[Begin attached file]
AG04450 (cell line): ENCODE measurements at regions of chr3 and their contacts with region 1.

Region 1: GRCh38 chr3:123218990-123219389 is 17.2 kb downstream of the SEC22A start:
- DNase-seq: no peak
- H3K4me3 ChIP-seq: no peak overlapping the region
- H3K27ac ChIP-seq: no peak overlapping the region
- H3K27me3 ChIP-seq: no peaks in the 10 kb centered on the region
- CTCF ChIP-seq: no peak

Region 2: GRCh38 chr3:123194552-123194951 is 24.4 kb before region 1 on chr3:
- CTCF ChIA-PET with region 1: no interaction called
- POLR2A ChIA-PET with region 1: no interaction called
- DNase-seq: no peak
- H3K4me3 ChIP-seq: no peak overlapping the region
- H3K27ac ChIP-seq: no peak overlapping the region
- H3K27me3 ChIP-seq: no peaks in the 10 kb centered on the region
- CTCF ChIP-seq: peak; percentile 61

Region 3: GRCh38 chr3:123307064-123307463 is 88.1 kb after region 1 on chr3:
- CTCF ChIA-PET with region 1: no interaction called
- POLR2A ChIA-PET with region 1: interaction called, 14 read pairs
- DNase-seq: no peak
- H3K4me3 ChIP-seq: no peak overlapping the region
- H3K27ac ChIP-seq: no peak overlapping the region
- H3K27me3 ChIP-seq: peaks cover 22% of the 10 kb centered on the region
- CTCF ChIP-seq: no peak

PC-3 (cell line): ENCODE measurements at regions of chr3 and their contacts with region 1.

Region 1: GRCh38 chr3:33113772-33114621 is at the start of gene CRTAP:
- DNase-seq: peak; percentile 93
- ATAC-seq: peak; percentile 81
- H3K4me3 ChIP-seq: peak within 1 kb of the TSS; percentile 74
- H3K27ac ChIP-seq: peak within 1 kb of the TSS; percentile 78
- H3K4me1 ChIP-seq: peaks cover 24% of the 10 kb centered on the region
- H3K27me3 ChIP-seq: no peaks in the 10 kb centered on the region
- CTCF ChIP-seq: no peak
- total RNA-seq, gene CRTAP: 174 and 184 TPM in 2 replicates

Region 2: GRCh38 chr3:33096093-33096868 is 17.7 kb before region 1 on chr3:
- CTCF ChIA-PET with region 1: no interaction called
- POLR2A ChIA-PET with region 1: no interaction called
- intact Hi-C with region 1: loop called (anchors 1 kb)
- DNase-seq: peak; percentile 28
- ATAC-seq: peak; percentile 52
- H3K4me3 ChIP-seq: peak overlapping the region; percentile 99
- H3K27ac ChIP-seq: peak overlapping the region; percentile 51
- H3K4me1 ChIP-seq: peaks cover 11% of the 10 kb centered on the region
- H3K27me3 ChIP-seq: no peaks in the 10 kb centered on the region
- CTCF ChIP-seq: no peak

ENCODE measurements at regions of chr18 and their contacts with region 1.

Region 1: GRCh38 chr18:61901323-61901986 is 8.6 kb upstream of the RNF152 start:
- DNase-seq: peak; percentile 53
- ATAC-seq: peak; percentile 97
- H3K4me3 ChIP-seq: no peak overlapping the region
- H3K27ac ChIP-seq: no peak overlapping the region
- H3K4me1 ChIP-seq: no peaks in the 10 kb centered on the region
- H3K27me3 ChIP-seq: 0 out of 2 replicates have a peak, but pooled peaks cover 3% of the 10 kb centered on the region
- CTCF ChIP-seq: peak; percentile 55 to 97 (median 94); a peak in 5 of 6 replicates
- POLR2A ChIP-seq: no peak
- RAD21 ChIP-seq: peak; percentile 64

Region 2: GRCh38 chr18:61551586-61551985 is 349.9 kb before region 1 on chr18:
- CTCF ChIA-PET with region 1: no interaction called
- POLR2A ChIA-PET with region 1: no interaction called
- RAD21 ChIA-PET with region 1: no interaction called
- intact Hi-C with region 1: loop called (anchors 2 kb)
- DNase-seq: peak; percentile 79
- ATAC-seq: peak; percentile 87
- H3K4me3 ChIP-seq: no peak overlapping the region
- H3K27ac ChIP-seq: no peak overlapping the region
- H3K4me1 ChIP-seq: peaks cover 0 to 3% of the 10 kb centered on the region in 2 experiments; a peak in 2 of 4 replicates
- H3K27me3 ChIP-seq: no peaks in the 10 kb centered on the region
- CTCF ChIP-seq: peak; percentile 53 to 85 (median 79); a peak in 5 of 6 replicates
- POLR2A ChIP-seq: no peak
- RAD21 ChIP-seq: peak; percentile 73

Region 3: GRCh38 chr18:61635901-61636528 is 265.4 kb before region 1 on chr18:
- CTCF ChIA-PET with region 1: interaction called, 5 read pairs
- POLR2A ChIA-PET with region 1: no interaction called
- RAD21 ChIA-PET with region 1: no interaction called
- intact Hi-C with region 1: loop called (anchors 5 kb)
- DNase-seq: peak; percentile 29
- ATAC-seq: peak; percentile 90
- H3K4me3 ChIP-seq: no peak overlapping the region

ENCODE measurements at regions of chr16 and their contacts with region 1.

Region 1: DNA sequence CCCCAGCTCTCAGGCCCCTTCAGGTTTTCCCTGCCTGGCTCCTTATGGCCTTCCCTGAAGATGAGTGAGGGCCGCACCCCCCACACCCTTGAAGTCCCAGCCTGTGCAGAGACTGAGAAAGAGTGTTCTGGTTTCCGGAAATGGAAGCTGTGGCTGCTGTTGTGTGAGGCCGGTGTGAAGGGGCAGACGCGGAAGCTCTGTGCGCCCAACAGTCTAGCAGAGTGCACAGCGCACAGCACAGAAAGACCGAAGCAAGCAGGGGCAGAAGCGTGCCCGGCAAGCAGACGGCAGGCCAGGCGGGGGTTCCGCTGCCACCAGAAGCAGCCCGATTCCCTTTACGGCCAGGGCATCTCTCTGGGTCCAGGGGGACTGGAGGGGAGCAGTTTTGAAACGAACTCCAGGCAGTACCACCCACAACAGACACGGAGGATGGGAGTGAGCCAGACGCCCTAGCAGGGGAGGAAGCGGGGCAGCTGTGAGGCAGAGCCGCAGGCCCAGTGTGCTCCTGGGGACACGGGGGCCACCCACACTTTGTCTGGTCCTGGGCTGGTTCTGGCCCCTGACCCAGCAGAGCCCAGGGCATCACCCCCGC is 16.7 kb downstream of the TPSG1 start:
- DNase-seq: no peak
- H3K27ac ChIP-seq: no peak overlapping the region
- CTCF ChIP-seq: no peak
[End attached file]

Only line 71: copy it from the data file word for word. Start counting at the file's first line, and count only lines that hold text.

- CTCF ChIA-PET with region 1: interaction called, 5 read pairs